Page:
Within the recent conversations around diversity and equity as it pertains to historically underrepresented groups, people are getting more comfortable being uncomfortable. However, among the courage we’re seeing in individuals and organizations navigating these dialogues, there is one concept that still leaves people a bit squeamish–privilege. Privilege is a complex topic because people often associate it with one race or one gender or with affluence, and it is sometimes interpreted as conveying an accusation or a condemnation.
However, in order to move beyond the resistance regularly associated with the notion of privilege and subsequently leverage its benefits, we have to first broaden the scope. Privilege is reflected in many situations, many lifestyles, and among many demographics. We all see the world through our own limited frame of experience. The more we are able to levelset the concept of privilege–and to be clear, not the experience of privilege but the concept, the more people are open to recognizing it and discussing it. For example, we often hear the term ‘white privilege’ but are we considering privileges granted us by having a safe, supportive, financially secure home? What about the privilege of mobility? These privileges can be experienced by or unfamiliar to anyone.
Having conducted virtual privilege walks for almost a thousand people in 2020, I sometimes get pushback from people who made their own way in the world and have worked hard for their successes. And while these successes should be celebrated it’s important to remember that privilege isn’t necessarily a reflection of you as much as it is the perception and assumption to others about who you are and what you’re capable of. Do you feel safe, valued and welcome in every situation in your day-to-day? It’s important to recognize that not everyone has that equal privilege. Privilege isn’t a mechanism by which to say you did not work hard for your successes, privilege simply means there weren’t additional barriers in place due to the color of your skin, your gender identity, or any other part of your individuality.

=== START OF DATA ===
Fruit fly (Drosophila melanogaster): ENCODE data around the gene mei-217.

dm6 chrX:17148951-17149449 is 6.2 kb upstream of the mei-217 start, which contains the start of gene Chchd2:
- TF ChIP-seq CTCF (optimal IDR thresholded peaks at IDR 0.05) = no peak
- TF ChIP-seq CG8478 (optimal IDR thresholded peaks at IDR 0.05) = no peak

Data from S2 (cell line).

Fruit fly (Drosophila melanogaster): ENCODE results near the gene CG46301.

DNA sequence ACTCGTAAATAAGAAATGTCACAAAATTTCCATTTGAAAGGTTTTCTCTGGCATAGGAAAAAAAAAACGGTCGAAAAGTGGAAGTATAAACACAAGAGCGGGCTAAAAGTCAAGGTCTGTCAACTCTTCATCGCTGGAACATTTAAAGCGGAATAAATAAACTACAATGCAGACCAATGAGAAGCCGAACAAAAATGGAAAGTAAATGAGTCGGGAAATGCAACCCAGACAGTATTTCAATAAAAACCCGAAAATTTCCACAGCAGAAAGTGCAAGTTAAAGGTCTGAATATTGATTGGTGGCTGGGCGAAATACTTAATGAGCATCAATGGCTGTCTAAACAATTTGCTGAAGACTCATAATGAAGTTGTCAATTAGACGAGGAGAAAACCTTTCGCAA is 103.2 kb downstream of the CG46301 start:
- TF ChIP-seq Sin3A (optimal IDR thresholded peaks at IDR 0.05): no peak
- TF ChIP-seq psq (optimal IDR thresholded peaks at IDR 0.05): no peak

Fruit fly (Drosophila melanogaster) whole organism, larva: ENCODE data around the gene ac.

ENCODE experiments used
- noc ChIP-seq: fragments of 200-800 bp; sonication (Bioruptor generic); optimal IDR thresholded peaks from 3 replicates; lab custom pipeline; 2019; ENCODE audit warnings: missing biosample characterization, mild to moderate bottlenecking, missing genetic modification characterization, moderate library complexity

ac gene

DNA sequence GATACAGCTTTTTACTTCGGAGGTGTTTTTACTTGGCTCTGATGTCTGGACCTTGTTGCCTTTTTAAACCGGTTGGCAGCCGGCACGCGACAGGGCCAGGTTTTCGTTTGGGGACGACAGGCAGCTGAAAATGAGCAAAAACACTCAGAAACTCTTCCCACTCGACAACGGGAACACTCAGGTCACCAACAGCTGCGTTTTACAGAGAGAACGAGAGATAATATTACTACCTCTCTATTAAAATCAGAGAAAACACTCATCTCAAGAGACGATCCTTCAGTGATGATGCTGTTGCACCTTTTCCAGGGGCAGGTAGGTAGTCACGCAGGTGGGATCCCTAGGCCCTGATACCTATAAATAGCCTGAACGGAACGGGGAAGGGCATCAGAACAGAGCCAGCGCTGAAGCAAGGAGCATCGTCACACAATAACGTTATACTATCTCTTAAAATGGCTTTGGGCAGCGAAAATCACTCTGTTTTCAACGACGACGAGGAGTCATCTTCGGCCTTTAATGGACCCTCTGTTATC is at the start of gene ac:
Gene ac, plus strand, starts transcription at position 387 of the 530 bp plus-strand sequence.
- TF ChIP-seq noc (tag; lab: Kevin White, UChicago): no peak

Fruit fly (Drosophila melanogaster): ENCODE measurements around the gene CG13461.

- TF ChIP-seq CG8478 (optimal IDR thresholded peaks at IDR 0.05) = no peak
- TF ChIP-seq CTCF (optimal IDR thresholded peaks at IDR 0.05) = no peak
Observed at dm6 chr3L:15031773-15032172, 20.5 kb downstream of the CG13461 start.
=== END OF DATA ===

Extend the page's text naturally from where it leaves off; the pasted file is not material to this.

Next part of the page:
When more people can lean in on the acknowledgement of privilege and use it to inform conversations, be empathetic leaders, and strengthen organizational culture, they’ll be able to leverage that privilege for good. There are two primary ways to pay privileges forward: time and resources. Invest time by mentoring and accepting more of those 20 minute (virtual) cups of coffee to give aspiring professionals those two to three pieces of actionable advice. Diversify your outlay of resources by supporting culturally diverse businesses, offering internships, and investing in startups headed by underrepresented founders. Pour into others, especially those who have not been afforded your privileges.
Understanding and leveraging privilege empowers people to use their advantages to advocate for equity and inclusion across their organizations and communities. These voices, whether having experienced significant privilege or significant obstacles, are so important to allyship. This understanding encourages cross-cultural and cross-experience empathy and provides opportunities to see beyond the professional persona to connect with people on a more personal level.
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